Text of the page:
The bill, as approved by the House, would end bureaucratic delays facing development of oil shale resources and direct the Interior Department to move ahead with a leasing program. It also allows for the development and recovery of new energy resources in the Outer Continental Shelf, and will open less than 3 percent of the Arctic National Wildlife Refuge to responsible energy development, Stallman said.

“Supporting these components will strengthen U.S. energy security, create jobs, promote economic development and benefit America’s farmers and ranchers,” Stallman said.

Farm Bureau’s long-standing policy is that the United States should pursue a policy of energy development to help strengthen national security and promote economic opportunity at home.
“We support the development of a comprehensive national energy policy that provides for the domestic production of oil and gas, biofuels and coal, as well as increased conservation and investment, research and production of alternative and renewable sources of energy,” the organization said.

Thursday, February 16, 2012

Just in--

Adoption of Ag Biotechnology Up More Than 8 Percent

Because of their tremendous environmental and economic benefits, farmers around the world continue to adopt genetically engineered crops, according to a report released Tuesday by the International Service for the Acquisition of Agri-Biotech Applications. The ISAAA report, Global Status of Commercialized Biotech/GM Crops: 2011, says a record 16.7 million farmers in 29 countries are growing biotech crops on 395 million acres.

According to the report, “such adoption represents a 94-fold increase in hectares planted since 1996, making biotech crops the fastest adopted crop technology in recent history.”

“This year’s ISAAA report further confirms what we have known all along: that agricultural biotechnology is a key component in sustainable crop production,” said Dr. Cathleen Enright, executive vice president of food and agriculture for the Biotechnology Industry Organization. “When you look at the rising number of acres of biotech crops planted each year (395 million in 2011 compared with 366 million in 2010), and the increasing number of farmers who have chosen this technology (16.7 million in 2011 compared with 15 million in 2010), it’s obvious that biotech crops are delivering value to more and more growers around the world,” she said.

BIO release

Tuesday, February 14, 2012

Just in--

Bloomberg Survey Shows Farmers are Planning Big

Chicago--A recent survey by Bloomberg indicates that farmers this year will plant the most acres since 1984, sowing corn, soybeans and wheat on 226.9 million acres. Bloomberg compared the added 2.5 percent gain to an expansion the size of New Jersey.

Farmers are planning big because of the historically high crop prices this year, which the Agriculture Department estimates increased net farm income 28 percent to $100.9 billion and boosted average farmland value to a whopping $2,350 an acre.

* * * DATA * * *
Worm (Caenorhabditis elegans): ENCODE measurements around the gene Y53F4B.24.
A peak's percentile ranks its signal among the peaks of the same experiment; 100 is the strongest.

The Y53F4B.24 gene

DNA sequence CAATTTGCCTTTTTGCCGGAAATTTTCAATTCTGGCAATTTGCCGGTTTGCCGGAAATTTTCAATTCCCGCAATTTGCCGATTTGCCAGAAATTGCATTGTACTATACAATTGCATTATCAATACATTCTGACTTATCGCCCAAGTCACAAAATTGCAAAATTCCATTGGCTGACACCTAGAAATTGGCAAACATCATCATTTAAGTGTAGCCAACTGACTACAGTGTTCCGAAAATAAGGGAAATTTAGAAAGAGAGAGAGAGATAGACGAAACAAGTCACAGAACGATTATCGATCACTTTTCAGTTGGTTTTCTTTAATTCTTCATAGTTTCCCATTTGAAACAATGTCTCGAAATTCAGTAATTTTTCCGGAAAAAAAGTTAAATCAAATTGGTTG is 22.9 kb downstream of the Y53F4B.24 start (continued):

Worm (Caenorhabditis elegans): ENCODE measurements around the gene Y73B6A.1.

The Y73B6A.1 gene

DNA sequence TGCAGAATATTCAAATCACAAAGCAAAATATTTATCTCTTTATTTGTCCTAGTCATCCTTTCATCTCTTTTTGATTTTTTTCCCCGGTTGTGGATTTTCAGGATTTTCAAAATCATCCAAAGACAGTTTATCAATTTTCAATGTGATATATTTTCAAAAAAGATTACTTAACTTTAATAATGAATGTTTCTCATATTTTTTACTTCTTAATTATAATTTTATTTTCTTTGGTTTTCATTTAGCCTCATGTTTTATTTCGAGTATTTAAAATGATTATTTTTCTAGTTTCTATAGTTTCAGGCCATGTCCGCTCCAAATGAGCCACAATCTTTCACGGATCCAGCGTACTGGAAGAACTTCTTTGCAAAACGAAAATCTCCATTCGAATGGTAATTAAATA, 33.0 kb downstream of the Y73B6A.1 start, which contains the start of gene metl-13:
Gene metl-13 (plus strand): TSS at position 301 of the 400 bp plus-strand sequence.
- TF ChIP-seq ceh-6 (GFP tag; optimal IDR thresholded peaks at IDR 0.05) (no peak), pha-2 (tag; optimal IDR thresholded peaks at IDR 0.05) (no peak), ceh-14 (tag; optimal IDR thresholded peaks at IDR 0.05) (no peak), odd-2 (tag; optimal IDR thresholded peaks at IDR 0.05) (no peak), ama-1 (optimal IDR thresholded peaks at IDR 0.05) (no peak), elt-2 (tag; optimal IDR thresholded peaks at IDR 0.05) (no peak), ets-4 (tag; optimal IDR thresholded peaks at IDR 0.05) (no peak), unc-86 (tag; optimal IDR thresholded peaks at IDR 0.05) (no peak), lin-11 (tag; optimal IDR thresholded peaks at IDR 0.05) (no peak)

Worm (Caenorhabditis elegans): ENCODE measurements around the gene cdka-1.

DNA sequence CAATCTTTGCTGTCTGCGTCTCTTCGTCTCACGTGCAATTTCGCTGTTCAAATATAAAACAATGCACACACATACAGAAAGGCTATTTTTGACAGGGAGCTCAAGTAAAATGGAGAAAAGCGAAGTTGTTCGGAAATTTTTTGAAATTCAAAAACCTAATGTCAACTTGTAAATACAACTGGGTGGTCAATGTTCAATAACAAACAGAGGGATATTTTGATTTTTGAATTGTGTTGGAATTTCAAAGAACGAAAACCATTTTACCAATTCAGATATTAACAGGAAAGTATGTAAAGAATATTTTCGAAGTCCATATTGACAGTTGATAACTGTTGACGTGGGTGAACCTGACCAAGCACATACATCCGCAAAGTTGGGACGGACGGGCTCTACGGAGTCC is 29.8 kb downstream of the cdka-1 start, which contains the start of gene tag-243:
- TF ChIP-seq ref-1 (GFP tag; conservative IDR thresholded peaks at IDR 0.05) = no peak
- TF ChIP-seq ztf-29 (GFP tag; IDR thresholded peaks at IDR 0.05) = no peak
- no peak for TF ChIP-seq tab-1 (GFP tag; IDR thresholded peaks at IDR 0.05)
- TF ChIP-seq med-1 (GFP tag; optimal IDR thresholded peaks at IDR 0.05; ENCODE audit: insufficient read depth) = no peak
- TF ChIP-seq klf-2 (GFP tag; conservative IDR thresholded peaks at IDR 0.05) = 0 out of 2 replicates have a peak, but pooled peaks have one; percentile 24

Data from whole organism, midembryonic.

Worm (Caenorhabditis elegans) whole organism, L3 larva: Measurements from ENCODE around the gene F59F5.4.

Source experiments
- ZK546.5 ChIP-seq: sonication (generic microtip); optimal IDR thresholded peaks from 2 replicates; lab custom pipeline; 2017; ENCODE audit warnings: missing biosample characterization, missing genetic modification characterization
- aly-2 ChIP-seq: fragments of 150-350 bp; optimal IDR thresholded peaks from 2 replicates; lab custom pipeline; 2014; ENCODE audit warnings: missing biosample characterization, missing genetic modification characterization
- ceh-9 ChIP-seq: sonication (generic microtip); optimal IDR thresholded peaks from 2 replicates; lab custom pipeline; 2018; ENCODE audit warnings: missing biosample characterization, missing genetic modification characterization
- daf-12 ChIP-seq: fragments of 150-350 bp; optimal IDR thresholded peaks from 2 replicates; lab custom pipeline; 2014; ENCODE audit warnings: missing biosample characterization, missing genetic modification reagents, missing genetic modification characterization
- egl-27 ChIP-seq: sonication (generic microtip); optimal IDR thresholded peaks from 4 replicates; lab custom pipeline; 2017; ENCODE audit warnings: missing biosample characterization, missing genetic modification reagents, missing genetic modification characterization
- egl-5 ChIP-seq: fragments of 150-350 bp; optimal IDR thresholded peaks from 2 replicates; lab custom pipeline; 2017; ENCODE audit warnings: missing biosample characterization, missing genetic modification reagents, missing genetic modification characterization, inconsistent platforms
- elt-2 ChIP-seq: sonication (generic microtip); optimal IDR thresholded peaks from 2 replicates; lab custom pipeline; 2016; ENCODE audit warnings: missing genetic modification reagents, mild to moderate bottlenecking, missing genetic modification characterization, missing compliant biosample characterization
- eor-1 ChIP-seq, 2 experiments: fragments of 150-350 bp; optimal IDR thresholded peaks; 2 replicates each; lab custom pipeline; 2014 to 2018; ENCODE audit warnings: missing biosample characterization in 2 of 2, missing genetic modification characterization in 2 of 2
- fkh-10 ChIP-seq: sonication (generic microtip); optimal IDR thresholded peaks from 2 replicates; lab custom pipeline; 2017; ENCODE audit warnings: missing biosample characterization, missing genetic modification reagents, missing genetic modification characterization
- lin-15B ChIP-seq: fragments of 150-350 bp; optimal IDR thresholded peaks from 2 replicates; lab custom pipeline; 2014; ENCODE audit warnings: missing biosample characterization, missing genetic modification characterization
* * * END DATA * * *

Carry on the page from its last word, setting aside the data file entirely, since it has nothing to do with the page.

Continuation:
“There is unlikely to be any ground that won’t be planted this year,” said Illinois corn farmer Todd Wachtel, who plans to expand his corn fields by 21 percent. “Farmers know that they have to plant more when prices are high because they may not last.”

Corn and soybeans top the list of crops farmers are looking to increase. The survey shows that farmers will plant corn on 94.329 million acres, up 2.6 percent from last year. This is the greatest increase since 1944. Soybean acres will likely reach 75.309 million—the fifth highest in history.

“The area is available to have huge crops this year,” said Paul Meyers, a vice president at Foresight Commodities Services, Inc. and the former head of grain-market analysis at USDA. “We are headed for a surplus-supply situation.”

The Bloomberg survey included insight from farmers, bankers and analysts nationwide.

Bloomberg article

Just in from Washington

Expanded E. Coli Testing on Hold Until June

Washington--The March deadline for meat processing companies to start testing raw ground beef for six strains of potentially deadly E. coli bacteria has been moved to June 4. The extension will give processors additional time to ensure that testing methods are accurate, according to the Agriculture Department. According to USDA, testing for the strains will result in 110,000 fewer cases of foodborne illness each year.

The additional regulation and testing will “needlessly cost tens of millions of federal and industry dollars,” according to James Hodges, executive vice president of the American Meat Institute.

Bloomberg article

Monday, February 13, 2012

Just in from Washington

FSA Can Help New Farmers Buy Land

Washington--A new post to the Rural Community Building Blog notes that the Agriculture Department has announced the nationwide launch of the Beginning and Socially Disadvantaged Farmer and Rancher Land Contract Guarantee Program. The program is administered by the Farm Service Agency and is designed to help new farmers buy land by providing sellers a federal guarantee on land contract sales of up to $500,000. In this way, it shields sellers from the risk of buyer default and encourages them to enter into such agreements with new and disadvantaged farmers.

The program was initially established in nine states through the 2002 farm bill. The 2008 farm bill expanded it nationwide and made it permanent. USDA’s Farm Service Agency issued the final rule for the program last December. In order to find out more about the program, contact your local FSA office.

Farm Bureau has various initiatives to support beginning farmers and ranchers. In 2009, Farm Bureau partnered with USDA’s National Agricultural Library to provide information and training to beginning farmers and ranchers through the Start2Farm website, a resource site funded through the USDA Beginning Farmer and Rancher Development Program. The American Farm Bureau Federation is also hosting the Beginning Farmer and Rancher Conference in conjunction with the national Young Farmers & Ranchers Leadership Conference, Feb. 18-20, in Grand Rapids, Mich. For a variety of succession planning tools, visit Legacy by Design.